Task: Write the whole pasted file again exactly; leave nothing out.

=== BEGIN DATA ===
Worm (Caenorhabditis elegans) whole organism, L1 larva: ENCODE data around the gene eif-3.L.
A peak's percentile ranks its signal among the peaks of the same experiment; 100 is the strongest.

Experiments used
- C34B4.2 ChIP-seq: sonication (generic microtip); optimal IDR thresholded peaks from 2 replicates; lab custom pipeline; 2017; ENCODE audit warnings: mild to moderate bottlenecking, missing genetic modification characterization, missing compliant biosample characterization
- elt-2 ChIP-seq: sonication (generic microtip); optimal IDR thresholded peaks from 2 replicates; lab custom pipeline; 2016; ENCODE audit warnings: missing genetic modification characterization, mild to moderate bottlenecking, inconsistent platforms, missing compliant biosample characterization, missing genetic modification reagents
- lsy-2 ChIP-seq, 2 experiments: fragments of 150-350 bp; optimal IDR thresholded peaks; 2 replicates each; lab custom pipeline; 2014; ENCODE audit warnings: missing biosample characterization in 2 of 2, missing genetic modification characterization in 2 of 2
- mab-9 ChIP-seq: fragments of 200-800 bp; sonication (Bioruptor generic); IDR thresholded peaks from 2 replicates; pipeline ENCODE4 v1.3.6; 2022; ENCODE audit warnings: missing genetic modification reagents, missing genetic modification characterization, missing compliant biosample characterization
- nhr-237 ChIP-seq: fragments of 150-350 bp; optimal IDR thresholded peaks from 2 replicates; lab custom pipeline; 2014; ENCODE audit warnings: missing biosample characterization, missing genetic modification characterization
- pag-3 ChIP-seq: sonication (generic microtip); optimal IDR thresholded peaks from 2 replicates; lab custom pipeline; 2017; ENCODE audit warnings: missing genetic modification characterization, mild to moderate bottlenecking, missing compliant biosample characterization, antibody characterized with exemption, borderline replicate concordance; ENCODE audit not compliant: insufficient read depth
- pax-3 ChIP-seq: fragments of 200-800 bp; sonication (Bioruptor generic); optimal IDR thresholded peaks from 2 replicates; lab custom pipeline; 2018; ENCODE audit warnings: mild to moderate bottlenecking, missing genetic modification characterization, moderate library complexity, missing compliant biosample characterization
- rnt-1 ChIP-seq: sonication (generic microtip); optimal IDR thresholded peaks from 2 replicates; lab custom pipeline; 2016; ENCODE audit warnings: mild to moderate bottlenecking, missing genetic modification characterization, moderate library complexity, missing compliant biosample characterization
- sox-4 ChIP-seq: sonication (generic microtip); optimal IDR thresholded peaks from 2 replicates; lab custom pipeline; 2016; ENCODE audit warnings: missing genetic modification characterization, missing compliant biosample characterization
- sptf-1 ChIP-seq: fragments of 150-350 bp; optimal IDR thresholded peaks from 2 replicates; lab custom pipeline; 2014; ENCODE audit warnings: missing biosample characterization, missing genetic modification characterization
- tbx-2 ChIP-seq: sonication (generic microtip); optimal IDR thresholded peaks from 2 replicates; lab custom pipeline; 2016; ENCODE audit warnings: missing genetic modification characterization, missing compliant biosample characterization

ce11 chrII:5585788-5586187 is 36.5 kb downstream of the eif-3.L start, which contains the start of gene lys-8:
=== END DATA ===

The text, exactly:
Worm (Caenorhabditis elegans) whole organism, L1 larva: ENCODE data around the gene eif-3.L.
A peak's percentile ranks its signal among the peaks of the same experiment; 100 is the strongest.

Experiments used
- C34B4.2 ChIP-seq: sonication (generic microtip); optimal IDR thresholded peaks from 2 replicates; lab custom pipeline; 2017; ENCODE audit warnings: mild to moderate bottlenecking, missing genetic modification characterization, missing compliant biosample characterization
- elt-2 ChIP-seq: sonication (generic microtip); optimal IDR thresholded peaks from 2 replicates; lab custom pipeline; 2016; ENCODE audit warnings: missing genetic modification characterization, mild to moderate bottlenecking, inconsistent platforms, missing compliant biosample characterization, missing genetic modification reagents
- lsy-2 ChIP-seq, 2 experiments: fragments of 150-350 bp; optimal IDR thresholded peaks; 2 replicates each; lab custom pipeline; 2014; ENCODE audit warnings: missing biosample characterization in 2 of 2, missing genetic modification characterization in 2 of 2
- mab-9 ChIP-seq: fragments of 200-800 bp; sonication (Bioruptor generic); IDR thresholded peaks from 2 replicates; pipeline ENCODE4 v1.3.6; 2022; ENCODE audit warnings: missing genetic modification reagents, missing genetic modification characterization, missing compliant biosample characterization
- nhr-237 ChIP-seq: fragments of 150-350 bp; optimal IDR thresholded peaks from 2 replicates; lab custom pipeline; 2014; ENCODE audit warnings: missing biosample characterization, missing genetic modification characterization
- pag-3 ChIP-seq: sonication (generic microtip); optimal IDR thresholded peaks from 2 replicates; lab custom pipeline; 2017; ENCODE audit warnings: missing genetic modification characterization, mild to moderate bottlenecking, missing compliant biosample characterization, antibody characterized with exemption, borderline replicate concordance; ENCODE audit not compliant: insufficient read depth
- pax-3 ChIP-seq: fragments of 200-800 bp; sonication (Bioruptor generic); optimal IDR thresholded peaks from 2 replicates; lab custom pipeline; 2018; ENCODE audit warnings: mild to moderate bottlenecking, missing genetic modification characterization, moderate library complexity, missing compliant biosample characterization
- rnt-1 ChIP-seq: sonication (generic microtip); optimal IDR thresholded peaks from 2 replicates; lab custom pipeline; 2016; ENCODE audit warnings: mild to moderate bottlenecking, missing genetic modification characterization, moderate library complexity, missing compliant biosample characterization
- sox-4 ChIP-seq: sonication (generic microtip); optimal IDR thresholded peaks from 2 replicates; lab custom pipeline; 2016; ENCODE audit warnings: missing genetic modification characterization, missing compliant biosample characterization
- sptf-1 ChIP-seq: fragments of 150-350 bp; optimal IDR thresholded peaks from 2 replicates; lab custom pipeline; 2014; ENCODE audit warnings: missing biosample characterization, missing genetic modification characterization
- tbx-2 ChIP-seq: sonication (generic microtip); optimal IDR thresholded peaks from 2 replicates; lab custom pipeline; 2016; ENCODE audit warnings: missing genetic modification characterization, missing compliant biosample characterization

ce11 chrII:5585788-5586187 is 36.5 kb downstream of the eif-3.L start, which contains the start of gene lys-8: